brainscanThere is still a significant shortfall in the quality of some aspects of care affecting the lives of people living with schizophrenia and their carers, according to the second National Audit of Schizophrenia.

Two years ago, the first report from the National Audit of Schizophrenia highlighted areas of concern, particularly the management and coordination of physical healthcare, some aspects of prescribing practice and availability of talking therapies. The second audit has re-examined these areas and looked in more depth at service users’ perception of their care.

This second National Audit of Schizophrenia found that:

Although most service users were fairly satisfied with their quality of care, carers had some significant areas of dissatisfaction with aspects of the information and support they received

Monitoring and intervention for serious physical health problems continues to be below acceptable standards

The availability of talking therapies remains inadequate for those who want them. Less than 40% had been offered cognitive behavioural therapy and family intervention despite most people wanting psychological treatment to help them cope with their problems

Some people with a diagnosis of schizophrenia are also being prescribed medication in excess of recommended doses and over half of those whose illness has not responded well to standard medications have had to wait too long to receive clozapine, a medication with greater effect for many such individuals.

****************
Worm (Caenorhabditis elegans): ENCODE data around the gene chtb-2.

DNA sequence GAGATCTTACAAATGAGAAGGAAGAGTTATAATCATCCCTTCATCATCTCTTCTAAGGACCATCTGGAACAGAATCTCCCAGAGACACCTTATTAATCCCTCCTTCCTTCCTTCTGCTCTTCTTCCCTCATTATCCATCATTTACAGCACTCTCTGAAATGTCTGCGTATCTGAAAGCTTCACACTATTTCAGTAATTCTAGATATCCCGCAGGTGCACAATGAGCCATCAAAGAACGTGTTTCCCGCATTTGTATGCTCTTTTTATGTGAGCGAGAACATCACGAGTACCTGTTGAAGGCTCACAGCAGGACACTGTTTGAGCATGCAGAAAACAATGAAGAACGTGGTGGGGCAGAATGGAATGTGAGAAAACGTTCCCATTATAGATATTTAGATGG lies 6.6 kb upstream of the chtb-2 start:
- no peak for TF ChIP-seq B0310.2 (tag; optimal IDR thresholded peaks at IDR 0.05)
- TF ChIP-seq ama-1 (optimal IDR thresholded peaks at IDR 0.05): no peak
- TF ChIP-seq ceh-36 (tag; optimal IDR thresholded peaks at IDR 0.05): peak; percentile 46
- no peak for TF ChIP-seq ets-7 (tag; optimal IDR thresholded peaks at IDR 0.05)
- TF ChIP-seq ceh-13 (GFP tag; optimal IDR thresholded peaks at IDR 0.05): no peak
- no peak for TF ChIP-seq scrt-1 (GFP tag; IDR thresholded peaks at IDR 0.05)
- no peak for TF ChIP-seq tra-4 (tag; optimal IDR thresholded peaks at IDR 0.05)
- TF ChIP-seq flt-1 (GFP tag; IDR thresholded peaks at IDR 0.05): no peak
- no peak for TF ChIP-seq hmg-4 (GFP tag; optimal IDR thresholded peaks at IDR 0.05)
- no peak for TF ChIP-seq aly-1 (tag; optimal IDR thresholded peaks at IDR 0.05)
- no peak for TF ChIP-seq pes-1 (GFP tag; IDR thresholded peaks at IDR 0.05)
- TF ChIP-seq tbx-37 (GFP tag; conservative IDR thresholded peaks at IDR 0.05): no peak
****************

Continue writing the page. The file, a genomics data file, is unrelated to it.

The National Audit of Schizophrenia was commissioned by the Healthcare Quality Improvement Partnership as part of the National Clinical Audit Programme, carried out by the Royal College of Psychiatrists’ Centre for Quality Improvement (CCQI) in partnership with other organisations. It assessed the care for people affected by schizophrenia who are living in the community in England and Wales and examined how well guidelines produced by the National Institute for Health and Care Excellence were being followed.

Professor Mike Crawford, director of the CCQI and lead of the National Audit of Schizophrenia Project Team said: “The results of the second round of this audit show that many people with schizophrenia are still not getting the high quality psychological and medical treatment they deserve, and highlights the areas where the biggest improvements are needed.”

Dr David Shiers, primary care advisor to the National Audit of Schizophrenia Project Team, added: “This second audit shows a continuing failure to identify and treat those risk factors that can cause future diabetes, stroke and heart attacks. Agreement between local GPs and psychiatrists on how clinical accountability for managing physical health is allocated and how they communicate over essential clinical information is overdue.”

Professor Stephen Cooper, clinical lead to the National Audit of Schizophrenia, said: “The correct prescribing of medicines for those with schizophrenia is a vital part of their care. There is still work required within the relevant professions and within Trusts to improve this.”